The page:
Evan Turner's April just changed. (Getty Images)
One of the perks to having to act as the go-to guy on the second worst team in the NBA? One of the side benefits to being just about told outright that your bosses have no interest in you as a player when your contract potentially expires in the summer? One nice thing, after dealing with the slings and arrows of having to carry one of the NBA’s worst offenses?
The third week of April hits, the regular season ends, and vacation starts. And while NBA playoff teams are duking it out for another two months, you could have gone around the world and elsewhere in 60 days.
Unless, of course, Adrian Wojnarowski of Yahoo Sports reports that you’ve been dealt to the best team in the Eastern Conference, one that appears well on its way toward grabbing home court advantage throughout the Eastern playoffs, and the potential to knock off the Miami Heat on the team’s way to the Finals. After that? Bags unpacked, plans scuttled, holiday on delay. Evan Turner was 30 minutes away from going somewhere warm in April, by way of a miserable season in Philadelphia:
Bird described the trade as an 11th hour deal, coming into place around 2:30 … 30 minutes before the trade deadline.
— Candace Buckner (@CandaceDBuckner) February 21, 2014
Turner believed the trade deadline had passed and, playing for the struggling 76ers (15-40), was making post-regular season vacation plans when he heard he had been traded.
"Definitely excited. Still shocked; I thought the trade deadline was over," Turner told The Star on Thursday night. "I was actually setting up my postseason (vacation) with my agent's assistant and pretty much when I was telling her the days I wanted to go. (Then) she said, 'Well, no we can't book (those days), you've just got traded.'
"Hopefully, I can play basketball while it's nice out. That's the best time to do it. I'm looking forward to the future and the next few months with the team."
As fun as the Sixers have been at times this year, and as much as the team’s accelerated pace (more possessions per game than anyone in the NBA) and limited roster have allowed Turner to pump up his points per game average, there still was the matter of having to play 27 more games with a team that didn’t have you in its long term plans, one that was more than capable of losing, say, at least 20 of those 27 games along the way.
Turner won’t be allowed the minutes nor shots, to say nothing the tempered pace, in Indiana. He’ll come off the bench and it is possible that his 17.4 points per game average from Philadelphia will be cut in half with the Pacers. And though Indiana rightfully received plaudits for turning Danny Granger’s expiring contract into a younger and (sadly, for Danny) better player, Turner doesn’t address Indiana’s need for long range shooting. His specialty is scoring on mid-range plays after looping around the baseline, and not spotting up.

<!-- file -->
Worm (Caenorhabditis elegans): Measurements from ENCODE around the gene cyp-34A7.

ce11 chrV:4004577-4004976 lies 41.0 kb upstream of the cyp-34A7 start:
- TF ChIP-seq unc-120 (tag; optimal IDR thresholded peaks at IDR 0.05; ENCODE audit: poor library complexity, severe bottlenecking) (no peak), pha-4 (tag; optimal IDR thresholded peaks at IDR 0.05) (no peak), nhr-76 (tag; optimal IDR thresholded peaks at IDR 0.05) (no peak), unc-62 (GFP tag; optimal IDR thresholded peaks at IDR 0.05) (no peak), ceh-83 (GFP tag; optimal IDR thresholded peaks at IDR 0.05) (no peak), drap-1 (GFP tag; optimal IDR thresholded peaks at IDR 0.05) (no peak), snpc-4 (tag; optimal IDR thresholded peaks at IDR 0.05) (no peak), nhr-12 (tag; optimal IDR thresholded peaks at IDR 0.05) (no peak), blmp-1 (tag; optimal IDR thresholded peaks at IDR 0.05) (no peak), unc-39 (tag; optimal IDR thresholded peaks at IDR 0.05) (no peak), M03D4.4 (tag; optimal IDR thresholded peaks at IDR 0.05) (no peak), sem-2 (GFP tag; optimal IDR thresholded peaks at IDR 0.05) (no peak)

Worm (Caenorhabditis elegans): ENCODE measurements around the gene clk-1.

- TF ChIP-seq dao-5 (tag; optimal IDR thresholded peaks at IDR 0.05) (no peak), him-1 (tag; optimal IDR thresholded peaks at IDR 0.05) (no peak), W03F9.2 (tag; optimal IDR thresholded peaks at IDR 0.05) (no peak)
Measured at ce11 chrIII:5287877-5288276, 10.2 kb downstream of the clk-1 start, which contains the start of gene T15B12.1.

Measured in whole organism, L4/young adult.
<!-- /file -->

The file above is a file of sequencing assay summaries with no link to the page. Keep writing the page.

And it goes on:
Of course, Granger wasn’t spotting up to great acclaim either, shooting 33 percent from long range and 36 percent overall on his way to 8.3 points per game. And though the former Pacer All-Star understands the business, he can’t be happy with what took place on Thursday:
Danny Granger was "pissed" when he learned he was traded to the Sixers, per league source. — Jake Fischer (@JakeLFischer) February 21, 2014
Granger was widely respected in the Indiana locker room, he traveled with the team and was a locker room fixture last season even though he missed nearly all of 2012-13 with knee woes, and even though the Pacers appreciate Turner’s talents, they couldn’t not have been happy to see their friend sent to one of the league’s worst teams.
For now, at least. It’s very possible that the 76ers and Granger will hash out a buyout plan that would allow the veteran to head to a team of his choice. With playoff outfits in Los Angeles, Brooklyn, Miami, Washington and Chicago (I made myself laugh with that one!) having cleared roster space in the weeks leading up to the trade deadline. The Sixers have floated word that they think they have sign-and-trade options with Granger this summer, once he enters free agency, but who is signing and trading for Danny Granger? Who is sending even limited assets back? And with so many teams with cap space this summer, what team really needs to involve themselves in those sorts of machinations?
Which is sad, because Danny used to be a very good player, but that’s just the reality of where his knees have left him.
Evan Turner’s knees, meanwhile, will leave him in Indiana come spring, and possibly early summer. It’s no Cancun, but it’s not a bad place to be during that time of year, Evan.
- - - - - - -
- Sports & Recreation
- Evan Turner
- Danny Granger